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6 April members held in high security prison - Daily News Egypt

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6 April members held in high security prison

Youth movement continues hunger strike and calls for release of members held in high security prison

Graffiti demanding the release of 6 April members Mohamed Mustafa, Zizo Abdu and Abu Adam (Photo courtesy of 6 April movement )
Graffiti demanding the release of 6 April members Mohamed Mustafa, Zizo Abdu and Abu Adam
(Photo courtesy of 6 April movement )

Three members of the 6 April Youth Movement are being held in Al-Aqrab High Security Prison. A fourth person, not a member of the movement, is also being held at the prison. There are fears that the four men could be at risk of torture and other forms of mistreatment.

Mohamed Mostafa Youssef, Mamdouh Hassan Mamdouh, Abdelazeem Abdo (members of the youth movement) and Said Mounir were arrested on 29 March in Nasr City during a protest outside the Minister of Interior Mohamed Ibrahim’s house. The group threw ladies undergarments at the house and accused the ministry of being a “prostitute for all regimes”. Mounir attended the protest in solidarity with the movement, said 6 April media director Khaled El-Masry.

According to an Amnesty International statement published on Friday, the detainees were held in the Central Security Forces camp in Al-Gabal Al-Ahmar, “an unofficial place of detention”. The men were then moved to Tora Prison, and since 6 April the men have been held in Al-Aqrab.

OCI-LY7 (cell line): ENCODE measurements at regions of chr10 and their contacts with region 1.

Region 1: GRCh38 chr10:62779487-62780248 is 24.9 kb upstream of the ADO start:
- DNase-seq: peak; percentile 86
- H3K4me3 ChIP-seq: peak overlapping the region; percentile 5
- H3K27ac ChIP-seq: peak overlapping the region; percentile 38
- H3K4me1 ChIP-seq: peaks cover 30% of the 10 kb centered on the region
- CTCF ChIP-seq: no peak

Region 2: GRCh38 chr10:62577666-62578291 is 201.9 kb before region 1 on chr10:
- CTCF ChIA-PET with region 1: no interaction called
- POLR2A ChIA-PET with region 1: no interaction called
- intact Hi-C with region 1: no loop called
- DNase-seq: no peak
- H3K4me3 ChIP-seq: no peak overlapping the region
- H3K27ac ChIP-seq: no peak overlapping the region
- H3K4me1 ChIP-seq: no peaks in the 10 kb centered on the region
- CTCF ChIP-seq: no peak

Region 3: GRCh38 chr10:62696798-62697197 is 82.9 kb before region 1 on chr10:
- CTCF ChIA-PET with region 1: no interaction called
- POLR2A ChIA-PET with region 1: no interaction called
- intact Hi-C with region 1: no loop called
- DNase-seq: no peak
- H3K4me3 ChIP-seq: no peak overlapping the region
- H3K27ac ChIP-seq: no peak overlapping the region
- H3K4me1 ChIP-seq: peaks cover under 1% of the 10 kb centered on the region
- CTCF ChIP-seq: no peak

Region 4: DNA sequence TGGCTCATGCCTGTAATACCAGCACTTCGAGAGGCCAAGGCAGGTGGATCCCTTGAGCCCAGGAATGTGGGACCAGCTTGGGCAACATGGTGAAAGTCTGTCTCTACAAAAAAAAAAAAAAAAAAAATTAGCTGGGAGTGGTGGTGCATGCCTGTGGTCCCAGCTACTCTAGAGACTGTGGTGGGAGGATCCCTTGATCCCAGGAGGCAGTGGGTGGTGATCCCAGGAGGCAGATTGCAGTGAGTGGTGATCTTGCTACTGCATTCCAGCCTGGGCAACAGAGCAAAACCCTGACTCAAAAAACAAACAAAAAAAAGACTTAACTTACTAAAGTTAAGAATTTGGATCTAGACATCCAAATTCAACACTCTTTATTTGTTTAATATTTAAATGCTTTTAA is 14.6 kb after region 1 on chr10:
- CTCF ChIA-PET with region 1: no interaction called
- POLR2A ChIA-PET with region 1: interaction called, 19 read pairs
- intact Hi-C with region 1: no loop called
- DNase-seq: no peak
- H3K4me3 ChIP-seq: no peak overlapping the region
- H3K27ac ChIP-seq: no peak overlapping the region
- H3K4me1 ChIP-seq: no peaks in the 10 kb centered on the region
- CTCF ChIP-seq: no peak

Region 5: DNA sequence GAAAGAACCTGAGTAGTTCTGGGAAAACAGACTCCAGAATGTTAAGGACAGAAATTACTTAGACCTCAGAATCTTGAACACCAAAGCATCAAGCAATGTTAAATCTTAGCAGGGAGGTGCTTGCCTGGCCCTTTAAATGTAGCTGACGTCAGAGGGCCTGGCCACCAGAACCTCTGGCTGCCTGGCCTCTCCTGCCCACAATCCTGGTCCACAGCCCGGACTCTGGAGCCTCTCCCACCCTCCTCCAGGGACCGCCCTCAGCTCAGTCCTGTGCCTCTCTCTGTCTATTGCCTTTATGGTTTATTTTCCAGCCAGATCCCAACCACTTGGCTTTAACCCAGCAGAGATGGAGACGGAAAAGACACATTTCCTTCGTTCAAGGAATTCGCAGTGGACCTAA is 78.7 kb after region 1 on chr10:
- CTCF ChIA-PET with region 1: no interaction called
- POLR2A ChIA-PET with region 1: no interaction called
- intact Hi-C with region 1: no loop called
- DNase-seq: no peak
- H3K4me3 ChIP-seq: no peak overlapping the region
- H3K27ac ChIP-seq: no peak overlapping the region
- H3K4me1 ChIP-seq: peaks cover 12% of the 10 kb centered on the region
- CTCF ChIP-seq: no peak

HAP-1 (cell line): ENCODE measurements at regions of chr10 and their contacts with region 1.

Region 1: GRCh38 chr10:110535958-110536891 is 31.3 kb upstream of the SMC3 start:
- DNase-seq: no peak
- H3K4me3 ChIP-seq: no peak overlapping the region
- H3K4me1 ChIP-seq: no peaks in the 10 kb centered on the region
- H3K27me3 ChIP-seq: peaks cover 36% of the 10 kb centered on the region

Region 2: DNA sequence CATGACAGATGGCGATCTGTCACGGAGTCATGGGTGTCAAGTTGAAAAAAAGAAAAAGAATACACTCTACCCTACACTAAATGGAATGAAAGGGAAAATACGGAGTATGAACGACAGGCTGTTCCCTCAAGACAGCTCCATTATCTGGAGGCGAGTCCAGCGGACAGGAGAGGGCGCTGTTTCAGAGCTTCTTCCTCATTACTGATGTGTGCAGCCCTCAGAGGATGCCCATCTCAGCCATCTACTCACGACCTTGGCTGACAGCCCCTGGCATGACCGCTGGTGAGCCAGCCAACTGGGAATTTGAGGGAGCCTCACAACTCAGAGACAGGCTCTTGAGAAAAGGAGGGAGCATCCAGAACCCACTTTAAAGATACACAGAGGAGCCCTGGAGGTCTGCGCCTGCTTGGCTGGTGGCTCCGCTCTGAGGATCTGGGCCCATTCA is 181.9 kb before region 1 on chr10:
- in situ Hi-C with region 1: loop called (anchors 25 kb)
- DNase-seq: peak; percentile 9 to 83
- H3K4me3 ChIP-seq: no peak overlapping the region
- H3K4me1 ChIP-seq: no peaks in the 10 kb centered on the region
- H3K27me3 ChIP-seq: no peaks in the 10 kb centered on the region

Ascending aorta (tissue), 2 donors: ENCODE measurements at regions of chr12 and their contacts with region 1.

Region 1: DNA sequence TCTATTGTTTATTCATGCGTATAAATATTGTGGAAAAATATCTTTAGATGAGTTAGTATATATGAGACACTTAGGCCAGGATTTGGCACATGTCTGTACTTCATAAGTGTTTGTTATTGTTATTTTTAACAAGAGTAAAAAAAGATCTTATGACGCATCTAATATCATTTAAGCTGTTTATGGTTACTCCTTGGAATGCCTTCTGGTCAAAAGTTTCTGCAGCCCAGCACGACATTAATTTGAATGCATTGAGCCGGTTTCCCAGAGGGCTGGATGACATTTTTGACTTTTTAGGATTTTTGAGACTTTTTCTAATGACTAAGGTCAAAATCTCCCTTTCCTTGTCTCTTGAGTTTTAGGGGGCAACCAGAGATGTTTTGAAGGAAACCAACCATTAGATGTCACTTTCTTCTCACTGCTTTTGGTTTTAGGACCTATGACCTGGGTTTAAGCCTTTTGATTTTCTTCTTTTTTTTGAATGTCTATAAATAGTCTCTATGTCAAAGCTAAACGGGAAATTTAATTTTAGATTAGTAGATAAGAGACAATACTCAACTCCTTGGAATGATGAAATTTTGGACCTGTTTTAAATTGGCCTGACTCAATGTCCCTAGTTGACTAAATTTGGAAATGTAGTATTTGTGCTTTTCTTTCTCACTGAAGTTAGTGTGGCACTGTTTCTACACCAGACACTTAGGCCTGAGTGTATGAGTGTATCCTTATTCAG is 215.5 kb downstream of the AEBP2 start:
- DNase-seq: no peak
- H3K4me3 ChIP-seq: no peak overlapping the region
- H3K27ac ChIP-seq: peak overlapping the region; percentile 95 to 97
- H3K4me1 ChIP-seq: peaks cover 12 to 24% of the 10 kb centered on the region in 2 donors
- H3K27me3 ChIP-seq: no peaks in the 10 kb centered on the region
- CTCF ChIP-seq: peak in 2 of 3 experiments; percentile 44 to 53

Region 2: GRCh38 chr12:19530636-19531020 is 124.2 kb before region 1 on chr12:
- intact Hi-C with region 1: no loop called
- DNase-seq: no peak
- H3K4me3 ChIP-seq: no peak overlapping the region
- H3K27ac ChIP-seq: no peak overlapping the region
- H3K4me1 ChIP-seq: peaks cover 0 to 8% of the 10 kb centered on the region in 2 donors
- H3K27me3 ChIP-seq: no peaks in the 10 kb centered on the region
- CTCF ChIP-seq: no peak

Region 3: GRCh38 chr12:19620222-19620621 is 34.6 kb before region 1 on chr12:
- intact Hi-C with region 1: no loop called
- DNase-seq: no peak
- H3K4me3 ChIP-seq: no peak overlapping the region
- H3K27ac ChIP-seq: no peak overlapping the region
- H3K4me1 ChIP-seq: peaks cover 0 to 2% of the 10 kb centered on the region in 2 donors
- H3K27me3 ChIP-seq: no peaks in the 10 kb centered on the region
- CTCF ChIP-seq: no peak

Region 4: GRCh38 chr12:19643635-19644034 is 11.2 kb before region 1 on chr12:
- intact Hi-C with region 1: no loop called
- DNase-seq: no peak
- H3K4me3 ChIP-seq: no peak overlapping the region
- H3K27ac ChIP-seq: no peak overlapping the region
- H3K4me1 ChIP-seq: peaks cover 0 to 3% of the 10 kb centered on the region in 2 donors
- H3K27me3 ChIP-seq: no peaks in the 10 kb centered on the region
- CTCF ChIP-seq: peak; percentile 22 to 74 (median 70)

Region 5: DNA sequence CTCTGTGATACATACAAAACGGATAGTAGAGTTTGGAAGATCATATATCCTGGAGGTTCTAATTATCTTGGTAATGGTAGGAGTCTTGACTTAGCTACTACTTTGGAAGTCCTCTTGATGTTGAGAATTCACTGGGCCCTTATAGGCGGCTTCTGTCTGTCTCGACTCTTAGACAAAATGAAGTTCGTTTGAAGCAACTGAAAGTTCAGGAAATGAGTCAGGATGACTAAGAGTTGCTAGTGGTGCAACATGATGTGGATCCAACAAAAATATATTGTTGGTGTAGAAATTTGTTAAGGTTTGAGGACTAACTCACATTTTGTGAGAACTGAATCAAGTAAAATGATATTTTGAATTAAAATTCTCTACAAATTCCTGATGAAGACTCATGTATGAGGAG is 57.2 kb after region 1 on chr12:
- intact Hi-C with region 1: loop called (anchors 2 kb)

Malek Adly, a lawyer at the Egyptian Centre for Economic and Social Rights said: “There is nothing in Egyptian law preventing the Interior Ministry from sending people to any prison it chooses.” Adly confirmed that Al-Aqrab Prison is a high security facility and is meant for “dangerous criminals”. He added: “There are concerns that activists sent to such prisons are in danger of being harmed. It is a form of psychological torture.”

The Amnesty statement expressed concern for the wellbeing of the men and that the prisoners “are detained solely for peacefully exercising their right to freedom of expression and assembly”.

El-Masry said: “The government wants to appear to the international community that it respects human rights.” He added that the group hopes the Amnesty International statement will put pressure on the government.

El-Masry said that the four men had started a hunger strike in prison to demand better treatment but have since abandoned the strike. On the outside, 40 members of the group began a hunger strike on Thursday. El-Masry reported that other people from outside the movement have also joined the hunger strike and many have presented themselves at police stations to officially declare their strike.

The protestors are expected to continue their hunger strike until an appeal hearing on Monday, and depending on the verdict they will decide whether or not to continue.


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